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Traditional Treatment for PTSD


Treatment for PTSD can help you regain a sense of control and manageability in your life. Primary treatment is psychotherapy, and is often combined with medication to improve symptoms and educate you on how to best address PTSD and help you feel better about yourself while learning effective ways to cope should symptoms arise again.



Various types of psychotherapy are used to treat PTSD in children and adults. Some of the different types of therapy include:

  • Cognitive therapy. This type of talk therapy helps bring awareness to the thinking patterns that are repetitive. Negative or inaccurate ways of perceiving normal situations are evaluated and commonly combined with exposure therapy to help combat destructive thought processes.

  • Exposure therapy. This therapy exposes the PTSD sufferer to the trauma and helps them to face the frightening details of the trauma and cope with it effectively. Virtual reality is used in exposure therapy programs which allows you to re-enter the setting in which you first experienced the trauma.

  • Eye movement desensitization and reprocessing (EMDR). Exposure therapy is combined with a series of guided eye movements that help you process traumatic memories and change reactions to them.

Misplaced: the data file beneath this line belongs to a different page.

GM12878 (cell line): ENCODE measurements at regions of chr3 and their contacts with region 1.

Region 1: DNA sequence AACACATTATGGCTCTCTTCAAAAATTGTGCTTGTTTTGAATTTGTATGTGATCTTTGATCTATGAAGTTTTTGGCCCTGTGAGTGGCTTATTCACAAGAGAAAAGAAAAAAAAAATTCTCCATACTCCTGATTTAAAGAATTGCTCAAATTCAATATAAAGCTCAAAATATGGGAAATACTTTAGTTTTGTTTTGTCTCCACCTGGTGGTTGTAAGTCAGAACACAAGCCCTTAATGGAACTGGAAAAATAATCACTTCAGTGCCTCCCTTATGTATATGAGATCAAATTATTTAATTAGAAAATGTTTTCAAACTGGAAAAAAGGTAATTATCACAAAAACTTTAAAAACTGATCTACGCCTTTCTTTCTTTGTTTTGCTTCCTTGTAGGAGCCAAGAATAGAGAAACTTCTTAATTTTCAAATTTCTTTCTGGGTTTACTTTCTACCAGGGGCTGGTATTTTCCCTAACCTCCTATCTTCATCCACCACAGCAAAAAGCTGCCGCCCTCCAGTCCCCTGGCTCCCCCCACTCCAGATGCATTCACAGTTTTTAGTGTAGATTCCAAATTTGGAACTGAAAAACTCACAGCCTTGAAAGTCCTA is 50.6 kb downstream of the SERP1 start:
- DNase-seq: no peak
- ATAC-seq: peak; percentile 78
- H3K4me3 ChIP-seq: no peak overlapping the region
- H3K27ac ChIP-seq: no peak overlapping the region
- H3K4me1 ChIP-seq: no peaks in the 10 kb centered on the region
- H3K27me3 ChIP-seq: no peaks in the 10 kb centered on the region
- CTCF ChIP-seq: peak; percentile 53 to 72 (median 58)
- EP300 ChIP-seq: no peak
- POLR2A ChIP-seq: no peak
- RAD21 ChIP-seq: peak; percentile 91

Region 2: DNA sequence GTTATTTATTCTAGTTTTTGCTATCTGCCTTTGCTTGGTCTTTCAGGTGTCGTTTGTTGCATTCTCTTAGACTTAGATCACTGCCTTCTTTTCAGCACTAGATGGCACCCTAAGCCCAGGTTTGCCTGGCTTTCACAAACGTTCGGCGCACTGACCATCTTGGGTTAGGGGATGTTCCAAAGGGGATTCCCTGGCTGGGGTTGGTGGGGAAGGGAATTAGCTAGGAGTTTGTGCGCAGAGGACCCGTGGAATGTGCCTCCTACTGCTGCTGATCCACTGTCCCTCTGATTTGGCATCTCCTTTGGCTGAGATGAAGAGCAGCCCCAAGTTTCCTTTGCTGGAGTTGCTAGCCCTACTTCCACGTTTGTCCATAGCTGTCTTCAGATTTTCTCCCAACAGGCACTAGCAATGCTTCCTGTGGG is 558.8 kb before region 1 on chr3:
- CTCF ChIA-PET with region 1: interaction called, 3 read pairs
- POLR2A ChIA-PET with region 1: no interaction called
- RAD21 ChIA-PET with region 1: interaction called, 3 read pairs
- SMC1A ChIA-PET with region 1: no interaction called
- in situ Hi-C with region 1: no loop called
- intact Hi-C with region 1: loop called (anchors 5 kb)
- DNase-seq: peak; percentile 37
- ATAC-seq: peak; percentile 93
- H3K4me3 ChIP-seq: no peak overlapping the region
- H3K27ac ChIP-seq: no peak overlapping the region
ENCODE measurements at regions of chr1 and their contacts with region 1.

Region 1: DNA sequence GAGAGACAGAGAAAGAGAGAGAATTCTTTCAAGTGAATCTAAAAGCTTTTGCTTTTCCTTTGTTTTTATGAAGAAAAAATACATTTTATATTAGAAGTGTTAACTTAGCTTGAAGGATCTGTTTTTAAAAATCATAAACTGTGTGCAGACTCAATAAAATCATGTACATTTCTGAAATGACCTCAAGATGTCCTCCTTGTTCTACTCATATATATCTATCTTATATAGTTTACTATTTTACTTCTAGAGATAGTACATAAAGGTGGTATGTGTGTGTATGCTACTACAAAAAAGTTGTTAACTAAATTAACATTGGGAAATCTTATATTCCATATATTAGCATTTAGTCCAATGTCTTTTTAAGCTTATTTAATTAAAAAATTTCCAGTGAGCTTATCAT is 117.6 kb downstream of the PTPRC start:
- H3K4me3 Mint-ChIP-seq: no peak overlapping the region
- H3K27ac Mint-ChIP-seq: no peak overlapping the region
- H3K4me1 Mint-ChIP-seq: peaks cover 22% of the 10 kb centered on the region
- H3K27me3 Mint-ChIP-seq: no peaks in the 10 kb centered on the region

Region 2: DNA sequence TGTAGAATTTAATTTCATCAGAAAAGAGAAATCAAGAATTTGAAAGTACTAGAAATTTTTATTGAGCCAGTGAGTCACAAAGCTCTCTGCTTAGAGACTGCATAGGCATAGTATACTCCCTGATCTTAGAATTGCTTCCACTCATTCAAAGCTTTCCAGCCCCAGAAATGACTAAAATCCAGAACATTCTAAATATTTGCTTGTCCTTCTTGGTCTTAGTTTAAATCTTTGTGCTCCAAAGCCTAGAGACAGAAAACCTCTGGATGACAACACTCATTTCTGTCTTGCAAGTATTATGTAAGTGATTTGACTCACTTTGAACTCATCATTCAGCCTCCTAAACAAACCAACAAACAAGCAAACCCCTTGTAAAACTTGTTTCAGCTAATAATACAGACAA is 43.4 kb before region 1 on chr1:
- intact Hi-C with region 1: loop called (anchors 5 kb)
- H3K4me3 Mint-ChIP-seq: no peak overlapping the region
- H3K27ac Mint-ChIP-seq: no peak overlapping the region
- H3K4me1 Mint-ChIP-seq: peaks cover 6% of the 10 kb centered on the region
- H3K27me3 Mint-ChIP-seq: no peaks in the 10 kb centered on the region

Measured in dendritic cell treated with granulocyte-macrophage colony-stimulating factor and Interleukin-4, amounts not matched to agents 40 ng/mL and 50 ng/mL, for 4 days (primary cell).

Several types of medications have been found helpful in improving symptoms of PTSD including:

  • Antidepressants. Depression and anxiety symptoms can be improved with antidepressants. They can also improve sleep problems and concentration issues. Sertraline (Zoloft) and paroxetine (Paxil) are FDA approved for PTSD treatment.

  • Anti-anxiety medications. These drugs can improve feelings of anxiety and stress for a period of time and relieve severe anxiety.

  • Prazosin. When symptoms include insomnia or recurrent nightmares, prazosin (Minipress) may be prescribed to reduce or suppress nightmares in many people experiencing PTS.


(Section of this material were courtesy of Cerebrum Health Centers)

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